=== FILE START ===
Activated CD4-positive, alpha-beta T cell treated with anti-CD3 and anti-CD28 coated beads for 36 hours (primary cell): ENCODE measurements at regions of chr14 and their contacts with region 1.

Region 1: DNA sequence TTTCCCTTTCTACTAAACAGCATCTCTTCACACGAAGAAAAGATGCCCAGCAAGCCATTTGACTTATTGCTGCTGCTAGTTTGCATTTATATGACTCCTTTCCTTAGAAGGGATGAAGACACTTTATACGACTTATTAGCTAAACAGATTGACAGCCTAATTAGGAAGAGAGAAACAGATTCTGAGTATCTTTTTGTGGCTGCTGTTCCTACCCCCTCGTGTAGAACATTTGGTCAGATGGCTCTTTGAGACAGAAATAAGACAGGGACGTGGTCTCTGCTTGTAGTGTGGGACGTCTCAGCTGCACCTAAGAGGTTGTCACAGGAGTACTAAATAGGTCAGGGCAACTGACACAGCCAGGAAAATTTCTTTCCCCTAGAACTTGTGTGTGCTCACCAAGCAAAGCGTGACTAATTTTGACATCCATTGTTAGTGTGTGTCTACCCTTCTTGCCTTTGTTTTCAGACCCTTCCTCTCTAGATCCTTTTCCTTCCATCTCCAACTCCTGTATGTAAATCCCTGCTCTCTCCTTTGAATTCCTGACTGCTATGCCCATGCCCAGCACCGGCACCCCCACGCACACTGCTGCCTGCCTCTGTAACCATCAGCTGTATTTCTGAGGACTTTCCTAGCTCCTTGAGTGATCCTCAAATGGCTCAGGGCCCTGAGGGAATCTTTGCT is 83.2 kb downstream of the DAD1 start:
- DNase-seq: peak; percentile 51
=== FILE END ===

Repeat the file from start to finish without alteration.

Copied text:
Activated CD4-positive, alpha-beta T cell treated with anti-CD3 and anti-CD28 coated beads for 36 hours (primary cell): ENCODE measurements at regions of chr14 and their contacts with region 1.

Region 1: DNA sequence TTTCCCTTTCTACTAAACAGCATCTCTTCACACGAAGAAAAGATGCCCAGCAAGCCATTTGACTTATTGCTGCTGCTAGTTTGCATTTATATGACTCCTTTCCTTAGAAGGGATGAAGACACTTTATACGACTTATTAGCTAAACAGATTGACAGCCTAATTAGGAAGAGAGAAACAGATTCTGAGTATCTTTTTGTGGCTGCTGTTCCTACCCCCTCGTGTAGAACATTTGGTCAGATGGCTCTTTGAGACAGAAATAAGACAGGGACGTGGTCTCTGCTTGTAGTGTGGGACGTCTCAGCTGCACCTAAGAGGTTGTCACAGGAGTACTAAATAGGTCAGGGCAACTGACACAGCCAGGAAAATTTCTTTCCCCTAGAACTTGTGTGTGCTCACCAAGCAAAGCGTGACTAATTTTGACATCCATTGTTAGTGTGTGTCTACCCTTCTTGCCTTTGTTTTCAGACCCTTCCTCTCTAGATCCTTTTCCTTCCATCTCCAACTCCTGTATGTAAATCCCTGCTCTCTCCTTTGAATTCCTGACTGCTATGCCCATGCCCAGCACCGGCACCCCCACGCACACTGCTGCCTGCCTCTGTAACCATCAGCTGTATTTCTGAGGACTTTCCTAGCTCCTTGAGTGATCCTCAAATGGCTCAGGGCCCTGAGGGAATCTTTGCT is 83.2 kb downstream of the DAD1 start:
- DNase-seq: peak; percentile 51